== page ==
Question about file objects...
pruebauno at latinmail.com
Wed Dec 2 15:27:28 CET 2009
On Dec 2, 9:14 am, J <dreadpiratej... at gmail.com> wrote:
> Something that came up in class...
> when you are pulling data from a file using f.next(), the file is read
> one line at a time.
> What was explained to us is that Python iterates the file based on a
> carriage return as the delimiter.
> But what if you have a file that has one line of text, but that one
> line has 16,000 items that are comma delimited?
> Is there a way to read the file, one item at a time, delimited by
> commas WITHOUT having to read all 16,000 items from that one line,
> then split them out into a list or dictionary??
> Ogden Nash - "The trouble with a kitten is that when it grows up,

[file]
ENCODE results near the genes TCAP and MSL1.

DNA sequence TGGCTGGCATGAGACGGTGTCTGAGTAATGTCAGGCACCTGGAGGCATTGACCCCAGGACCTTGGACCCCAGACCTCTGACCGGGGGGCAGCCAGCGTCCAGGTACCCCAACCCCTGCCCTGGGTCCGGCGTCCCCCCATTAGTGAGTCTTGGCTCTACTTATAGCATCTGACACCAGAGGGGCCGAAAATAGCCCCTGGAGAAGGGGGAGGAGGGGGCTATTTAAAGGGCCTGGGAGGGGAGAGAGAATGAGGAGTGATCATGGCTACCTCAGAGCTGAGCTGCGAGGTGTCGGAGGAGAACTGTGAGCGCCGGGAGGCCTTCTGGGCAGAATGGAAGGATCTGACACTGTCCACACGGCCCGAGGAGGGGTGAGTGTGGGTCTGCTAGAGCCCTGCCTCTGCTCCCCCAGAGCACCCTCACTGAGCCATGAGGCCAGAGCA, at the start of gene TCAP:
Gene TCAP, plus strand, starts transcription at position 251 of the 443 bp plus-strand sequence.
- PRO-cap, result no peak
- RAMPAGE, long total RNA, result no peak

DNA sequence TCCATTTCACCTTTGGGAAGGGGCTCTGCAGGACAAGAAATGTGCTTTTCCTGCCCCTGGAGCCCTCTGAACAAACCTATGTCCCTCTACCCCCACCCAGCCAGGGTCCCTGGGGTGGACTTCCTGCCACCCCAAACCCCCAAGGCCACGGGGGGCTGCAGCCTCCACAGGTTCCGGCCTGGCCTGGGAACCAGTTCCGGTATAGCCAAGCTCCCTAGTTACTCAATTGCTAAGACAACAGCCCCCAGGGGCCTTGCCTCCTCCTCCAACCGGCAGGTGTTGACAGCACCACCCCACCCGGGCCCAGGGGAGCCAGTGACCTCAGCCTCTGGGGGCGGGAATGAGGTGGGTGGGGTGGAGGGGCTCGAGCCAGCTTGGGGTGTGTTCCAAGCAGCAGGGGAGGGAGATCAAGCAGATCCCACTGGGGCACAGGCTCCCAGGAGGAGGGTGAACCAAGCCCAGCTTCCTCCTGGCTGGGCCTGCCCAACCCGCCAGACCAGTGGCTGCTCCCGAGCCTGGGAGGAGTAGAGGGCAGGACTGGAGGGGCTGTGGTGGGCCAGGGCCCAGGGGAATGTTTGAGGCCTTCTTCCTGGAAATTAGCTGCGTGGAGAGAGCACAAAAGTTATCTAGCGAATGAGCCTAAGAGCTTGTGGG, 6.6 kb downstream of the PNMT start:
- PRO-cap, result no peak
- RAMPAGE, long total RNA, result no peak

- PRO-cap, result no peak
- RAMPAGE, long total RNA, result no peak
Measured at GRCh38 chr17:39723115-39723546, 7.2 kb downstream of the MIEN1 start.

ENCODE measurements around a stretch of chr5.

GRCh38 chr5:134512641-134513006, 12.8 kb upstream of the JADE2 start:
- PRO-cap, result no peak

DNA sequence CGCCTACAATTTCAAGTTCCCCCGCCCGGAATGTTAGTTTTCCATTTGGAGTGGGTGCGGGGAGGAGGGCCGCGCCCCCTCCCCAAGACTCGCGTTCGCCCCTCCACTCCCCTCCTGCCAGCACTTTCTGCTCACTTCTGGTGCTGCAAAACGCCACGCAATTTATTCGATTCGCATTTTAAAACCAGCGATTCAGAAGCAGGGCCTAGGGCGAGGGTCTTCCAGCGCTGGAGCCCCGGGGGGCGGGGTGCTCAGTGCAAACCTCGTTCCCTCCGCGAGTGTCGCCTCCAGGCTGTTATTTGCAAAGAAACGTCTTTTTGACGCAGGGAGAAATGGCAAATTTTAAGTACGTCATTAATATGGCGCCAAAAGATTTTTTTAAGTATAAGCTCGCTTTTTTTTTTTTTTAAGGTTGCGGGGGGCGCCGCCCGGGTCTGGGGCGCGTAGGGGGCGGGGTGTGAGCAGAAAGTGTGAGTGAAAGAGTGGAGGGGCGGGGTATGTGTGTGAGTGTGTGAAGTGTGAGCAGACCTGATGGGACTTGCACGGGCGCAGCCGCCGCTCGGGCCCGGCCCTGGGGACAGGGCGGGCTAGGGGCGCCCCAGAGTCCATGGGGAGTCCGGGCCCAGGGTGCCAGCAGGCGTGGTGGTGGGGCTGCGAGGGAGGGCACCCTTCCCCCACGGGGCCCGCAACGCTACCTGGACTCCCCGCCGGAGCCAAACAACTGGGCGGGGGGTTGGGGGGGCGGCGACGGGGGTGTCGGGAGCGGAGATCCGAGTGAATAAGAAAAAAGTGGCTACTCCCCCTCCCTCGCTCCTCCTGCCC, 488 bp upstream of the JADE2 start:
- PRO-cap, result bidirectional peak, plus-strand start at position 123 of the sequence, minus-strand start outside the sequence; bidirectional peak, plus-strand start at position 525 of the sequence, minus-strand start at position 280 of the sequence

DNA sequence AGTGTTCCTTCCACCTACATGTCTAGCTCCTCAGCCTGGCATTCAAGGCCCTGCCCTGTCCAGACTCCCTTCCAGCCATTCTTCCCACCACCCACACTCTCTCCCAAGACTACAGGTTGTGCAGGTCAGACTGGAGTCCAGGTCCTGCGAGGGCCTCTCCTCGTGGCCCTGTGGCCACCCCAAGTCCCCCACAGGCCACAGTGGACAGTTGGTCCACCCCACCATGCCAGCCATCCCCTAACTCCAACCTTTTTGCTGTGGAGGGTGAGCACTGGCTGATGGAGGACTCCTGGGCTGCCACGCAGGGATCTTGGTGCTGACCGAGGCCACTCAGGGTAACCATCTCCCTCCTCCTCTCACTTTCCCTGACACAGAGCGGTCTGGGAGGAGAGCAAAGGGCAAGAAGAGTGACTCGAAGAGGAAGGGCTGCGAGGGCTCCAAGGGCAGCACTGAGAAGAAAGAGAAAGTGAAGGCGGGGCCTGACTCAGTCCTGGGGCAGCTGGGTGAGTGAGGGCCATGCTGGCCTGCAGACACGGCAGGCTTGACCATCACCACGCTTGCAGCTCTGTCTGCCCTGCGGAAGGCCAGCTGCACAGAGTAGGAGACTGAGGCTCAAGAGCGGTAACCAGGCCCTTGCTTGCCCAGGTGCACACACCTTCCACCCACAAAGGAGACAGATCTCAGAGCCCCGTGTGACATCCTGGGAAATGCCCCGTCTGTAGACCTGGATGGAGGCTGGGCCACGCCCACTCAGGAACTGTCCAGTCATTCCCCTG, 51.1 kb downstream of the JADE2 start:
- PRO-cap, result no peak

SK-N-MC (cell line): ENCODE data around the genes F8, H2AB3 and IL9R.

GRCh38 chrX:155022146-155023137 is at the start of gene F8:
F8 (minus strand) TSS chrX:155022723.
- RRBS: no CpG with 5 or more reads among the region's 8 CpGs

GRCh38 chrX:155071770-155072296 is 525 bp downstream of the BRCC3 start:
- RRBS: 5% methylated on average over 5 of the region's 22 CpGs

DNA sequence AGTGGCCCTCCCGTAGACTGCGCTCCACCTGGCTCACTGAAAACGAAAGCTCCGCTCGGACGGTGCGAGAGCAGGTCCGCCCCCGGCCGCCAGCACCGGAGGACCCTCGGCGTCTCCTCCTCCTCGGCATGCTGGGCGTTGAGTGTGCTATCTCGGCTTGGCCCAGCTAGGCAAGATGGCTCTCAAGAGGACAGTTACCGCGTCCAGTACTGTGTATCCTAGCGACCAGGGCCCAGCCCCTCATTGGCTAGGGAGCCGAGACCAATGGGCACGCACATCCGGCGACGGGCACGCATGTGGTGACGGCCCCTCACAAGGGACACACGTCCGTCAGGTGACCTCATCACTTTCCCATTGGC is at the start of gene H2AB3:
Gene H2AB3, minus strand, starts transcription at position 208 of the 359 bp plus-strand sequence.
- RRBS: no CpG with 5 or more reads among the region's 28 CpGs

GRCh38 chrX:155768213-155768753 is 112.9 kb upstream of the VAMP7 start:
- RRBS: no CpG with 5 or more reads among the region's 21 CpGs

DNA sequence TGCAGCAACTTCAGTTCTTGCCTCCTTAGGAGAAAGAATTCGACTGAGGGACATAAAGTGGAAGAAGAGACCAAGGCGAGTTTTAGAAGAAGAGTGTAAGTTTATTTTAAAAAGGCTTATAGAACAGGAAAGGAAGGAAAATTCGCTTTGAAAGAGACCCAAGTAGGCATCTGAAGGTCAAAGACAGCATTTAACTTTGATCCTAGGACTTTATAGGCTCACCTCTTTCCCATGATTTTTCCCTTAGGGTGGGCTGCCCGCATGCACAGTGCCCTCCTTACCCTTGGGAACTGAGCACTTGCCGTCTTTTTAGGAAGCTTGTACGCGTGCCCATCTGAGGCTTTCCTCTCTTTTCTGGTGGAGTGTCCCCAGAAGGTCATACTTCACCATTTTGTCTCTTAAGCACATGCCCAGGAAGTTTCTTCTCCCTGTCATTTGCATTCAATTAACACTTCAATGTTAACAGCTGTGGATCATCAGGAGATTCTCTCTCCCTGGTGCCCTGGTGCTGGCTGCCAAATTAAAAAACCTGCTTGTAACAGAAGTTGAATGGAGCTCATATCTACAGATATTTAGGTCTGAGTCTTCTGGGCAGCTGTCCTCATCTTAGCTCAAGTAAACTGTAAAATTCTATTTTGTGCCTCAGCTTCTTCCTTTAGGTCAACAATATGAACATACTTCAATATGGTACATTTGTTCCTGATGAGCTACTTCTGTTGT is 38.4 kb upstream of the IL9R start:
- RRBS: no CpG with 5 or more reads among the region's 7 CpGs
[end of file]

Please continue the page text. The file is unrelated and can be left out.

> it's always a cat." -http://www.brainyquote.com/quotes/authors/o/ogden_nash.html
File iteration is a convenience since it is the most common case. If
everything is on one line, you will have to handle record separators
manually by using the .read(<number_of_bytes>) method on the file
object and searching for the comma. If everything fits in memory the
straightforward way would be to read the whole file with .read() and
use .split(",") on the returned string. That should give you a nice
list of everything.
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